State of the industry: YouTube copyright scandal

Daniel Woodhouse


True or False: Internet piracy is impossible to stop? False.

The short answer is that the Internet is a complicated and bizarre place that Hollywood and the music industry don’t fully understand. But what does this have to do with YouTube?

Last month YouTube instituted a Content ID policy for all of its users. The system is designed to protect intellectual properties (games, movies, music) from being used to make money by people other than the creators of said products. Unfortunately, gaming channels across YouTube began getting hit with hundreds of copyright claims, with videos being taken down and entire channels being shut down.

How it works: The original creators of the content can ‘flag’ a user’s video if they feel the video is committing copyright infringement on their product. In response, the user can dispute the claim. If the content creator doesn’t respond, then the video will be unflagged. However, if the creator rejects the dispute then the user must file an appeal, only three of which can be filed at a time.

Here’s where it gets stupid — if a user files an appeal and then a copyright strike is placed on the user’s account, then, as the old saying goes: three strikes, you’re out. Essentially you’re guilty until proved innocent in the eyes of the YouTube gods. Even worse, if the appeal is denied then that one strike remaining on your account means no more money coming your way. Section 107 of the fair use section of the Copyright Act of 1976 states “…the fair use of a copyrighted work, including such use by reproduction in copies or phonorecords or by any other means specified by that section, for purposes such as criticism, comment, news reporting, teaching (including multiple copies for classroom use), scholarship, or research, is not an infringement of copyright.”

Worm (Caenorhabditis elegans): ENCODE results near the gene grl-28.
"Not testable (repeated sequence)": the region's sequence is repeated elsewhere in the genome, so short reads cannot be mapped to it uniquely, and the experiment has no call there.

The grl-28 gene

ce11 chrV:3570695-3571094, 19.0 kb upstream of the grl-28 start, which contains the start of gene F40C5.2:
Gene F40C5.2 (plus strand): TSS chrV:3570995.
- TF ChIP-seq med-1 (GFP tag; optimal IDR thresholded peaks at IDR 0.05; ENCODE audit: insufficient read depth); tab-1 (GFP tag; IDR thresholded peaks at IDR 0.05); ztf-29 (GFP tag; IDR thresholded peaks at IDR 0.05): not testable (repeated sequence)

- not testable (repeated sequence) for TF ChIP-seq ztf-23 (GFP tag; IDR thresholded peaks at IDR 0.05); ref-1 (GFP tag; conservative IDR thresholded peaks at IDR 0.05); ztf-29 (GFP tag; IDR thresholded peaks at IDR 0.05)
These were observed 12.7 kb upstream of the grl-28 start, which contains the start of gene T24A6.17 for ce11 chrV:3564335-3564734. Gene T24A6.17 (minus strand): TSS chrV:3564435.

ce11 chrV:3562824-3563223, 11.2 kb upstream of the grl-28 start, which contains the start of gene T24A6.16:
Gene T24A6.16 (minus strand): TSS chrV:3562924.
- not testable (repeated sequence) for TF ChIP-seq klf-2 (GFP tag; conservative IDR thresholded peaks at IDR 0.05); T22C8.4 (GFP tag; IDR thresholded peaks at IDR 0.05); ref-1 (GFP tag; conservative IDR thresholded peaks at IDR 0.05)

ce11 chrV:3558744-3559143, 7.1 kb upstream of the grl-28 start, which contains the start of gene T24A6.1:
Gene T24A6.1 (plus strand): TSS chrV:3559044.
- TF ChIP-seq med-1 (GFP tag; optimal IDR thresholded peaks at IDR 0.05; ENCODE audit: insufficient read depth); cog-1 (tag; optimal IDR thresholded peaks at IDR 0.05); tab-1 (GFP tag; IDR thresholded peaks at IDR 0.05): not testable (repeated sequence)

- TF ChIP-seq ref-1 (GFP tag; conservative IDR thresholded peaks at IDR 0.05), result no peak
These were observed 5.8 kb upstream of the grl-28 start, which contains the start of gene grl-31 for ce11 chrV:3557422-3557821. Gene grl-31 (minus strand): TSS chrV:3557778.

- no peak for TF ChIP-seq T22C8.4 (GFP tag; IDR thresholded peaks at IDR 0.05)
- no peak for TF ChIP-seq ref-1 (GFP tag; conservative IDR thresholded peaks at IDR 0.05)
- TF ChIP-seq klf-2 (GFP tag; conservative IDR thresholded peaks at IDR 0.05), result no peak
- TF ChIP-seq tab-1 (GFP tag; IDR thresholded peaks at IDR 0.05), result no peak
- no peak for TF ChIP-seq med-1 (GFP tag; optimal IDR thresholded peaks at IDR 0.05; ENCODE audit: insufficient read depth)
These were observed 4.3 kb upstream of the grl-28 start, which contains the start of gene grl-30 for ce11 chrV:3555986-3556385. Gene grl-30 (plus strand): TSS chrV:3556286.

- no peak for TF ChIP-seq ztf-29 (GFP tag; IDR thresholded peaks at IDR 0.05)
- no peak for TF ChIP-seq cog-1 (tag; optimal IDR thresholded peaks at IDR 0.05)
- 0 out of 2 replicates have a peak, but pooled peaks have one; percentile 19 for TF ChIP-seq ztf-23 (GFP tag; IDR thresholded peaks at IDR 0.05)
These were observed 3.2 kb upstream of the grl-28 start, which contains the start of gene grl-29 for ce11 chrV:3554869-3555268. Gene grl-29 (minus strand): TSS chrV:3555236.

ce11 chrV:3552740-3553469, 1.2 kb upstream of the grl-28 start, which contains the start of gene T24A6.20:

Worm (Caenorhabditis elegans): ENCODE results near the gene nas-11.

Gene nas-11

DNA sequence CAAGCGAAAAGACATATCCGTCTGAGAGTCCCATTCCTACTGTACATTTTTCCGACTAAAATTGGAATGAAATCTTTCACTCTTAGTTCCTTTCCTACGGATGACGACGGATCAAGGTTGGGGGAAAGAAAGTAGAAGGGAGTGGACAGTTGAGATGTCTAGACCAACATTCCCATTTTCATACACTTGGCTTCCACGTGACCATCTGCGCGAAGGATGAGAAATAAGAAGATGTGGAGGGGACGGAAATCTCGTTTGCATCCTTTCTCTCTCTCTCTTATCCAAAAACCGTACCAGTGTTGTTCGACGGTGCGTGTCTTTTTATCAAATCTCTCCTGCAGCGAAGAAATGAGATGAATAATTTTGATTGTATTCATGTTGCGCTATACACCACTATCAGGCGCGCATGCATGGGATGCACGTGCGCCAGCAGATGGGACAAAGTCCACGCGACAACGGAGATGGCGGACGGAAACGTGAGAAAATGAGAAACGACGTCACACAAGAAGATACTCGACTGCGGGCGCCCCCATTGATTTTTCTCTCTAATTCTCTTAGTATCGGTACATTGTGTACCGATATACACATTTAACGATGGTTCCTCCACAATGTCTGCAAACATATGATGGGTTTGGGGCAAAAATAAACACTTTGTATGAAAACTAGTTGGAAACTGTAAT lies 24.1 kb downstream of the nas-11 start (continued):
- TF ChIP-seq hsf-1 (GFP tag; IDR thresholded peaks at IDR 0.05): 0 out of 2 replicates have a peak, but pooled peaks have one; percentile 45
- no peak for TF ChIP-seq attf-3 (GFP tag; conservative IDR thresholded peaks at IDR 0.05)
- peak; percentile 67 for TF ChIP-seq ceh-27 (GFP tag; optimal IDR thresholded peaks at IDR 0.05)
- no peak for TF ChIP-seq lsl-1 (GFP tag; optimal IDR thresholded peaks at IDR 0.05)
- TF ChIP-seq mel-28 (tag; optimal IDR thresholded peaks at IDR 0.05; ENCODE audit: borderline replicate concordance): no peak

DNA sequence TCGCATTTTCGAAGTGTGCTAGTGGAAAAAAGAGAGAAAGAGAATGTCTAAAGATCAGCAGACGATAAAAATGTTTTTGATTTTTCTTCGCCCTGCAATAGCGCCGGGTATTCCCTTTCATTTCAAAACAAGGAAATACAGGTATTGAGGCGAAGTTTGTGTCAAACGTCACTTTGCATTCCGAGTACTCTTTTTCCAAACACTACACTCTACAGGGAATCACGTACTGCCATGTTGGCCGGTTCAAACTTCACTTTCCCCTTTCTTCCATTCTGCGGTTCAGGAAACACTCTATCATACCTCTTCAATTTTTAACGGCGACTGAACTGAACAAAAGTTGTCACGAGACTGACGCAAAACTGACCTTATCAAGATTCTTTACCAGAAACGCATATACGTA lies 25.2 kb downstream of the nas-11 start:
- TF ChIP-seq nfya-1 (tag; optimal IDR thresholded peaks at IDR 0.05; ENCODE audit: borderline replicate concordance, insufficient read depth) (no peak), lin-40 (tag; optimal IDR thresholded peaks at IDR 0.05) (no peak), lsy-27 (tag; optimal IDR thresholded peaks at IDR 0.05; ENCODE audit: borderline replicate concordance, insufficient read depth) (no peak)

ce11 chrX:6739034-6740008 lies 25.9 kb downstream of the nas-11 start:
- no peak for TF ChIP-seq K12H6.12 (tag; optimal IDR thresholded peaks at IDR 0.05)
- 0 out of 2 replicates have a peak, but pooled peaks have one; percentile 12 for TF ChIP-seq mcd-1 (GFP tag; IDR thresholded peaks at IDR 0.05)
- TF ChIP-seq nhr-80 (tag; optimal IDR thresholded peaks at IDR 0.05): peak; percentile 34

Who exactly is filing all these copyright claims is a toss up. Numerous gaming publishers have come out on Twitter saying they’re not filing claims against YouTubers who produce video game reviews, walkthroughs, ‘Let’s Plays,’ and such, yet several of the claimants have names like Electronic Arts, Sega and Nintendo. This means that either people are impersonating these companies, or, more likely, the system is sending out automated claims. Game developer Deep Silver said last month it does not support this practice and is backing gamers.

If any of these game publishers were actually sending out these claims, it would be terrible press for them because they know how much attention YouTube videos bring to their products. This is the main reason organizations like Motion Picture Association of America and record label companies are the ones rejecting the claims. These people are part of the “old guard,” so to speak, of the entertainment industry who can’t get over the creation of websites like Napster and Pirate Bay.

What exactly are the content creators claiming? This is the worst part of this whole mess. The few companies that are trying to pursue legal action in these claims such as MPAA and record label companies are claiming entire videos based on sometimes just showing seconds of their content. For example, Angry Joe’s **The Elder Scrolls V: Skyrim** review contained only 17 seconds of a song, yet it was still flagged by Ministry of Sound, who own the song. Another YouTuber TanRu Nomad had one of his videos of a game flagged, but the irony was that it was a video of a game Tan made himself. Even the company got its channel taken down abruptly without warning.

Remember not too long ago when the big companies tried to sneak in the famous Stop Online Privacy Act (SOPA) and Protect IP Act (PIPA) into Congress and failed? Well, since they’re so paranoid, online piracy is going to hurt their businesses. They’ve become desperate and greedy — determined to squeeze whatever pennies they can out of the little guy. These companies are relics of an age that has long since passed. And if they fall because they fail to adapt to the digital age, Darwin preached ‘survival of the fittest’ for a reason.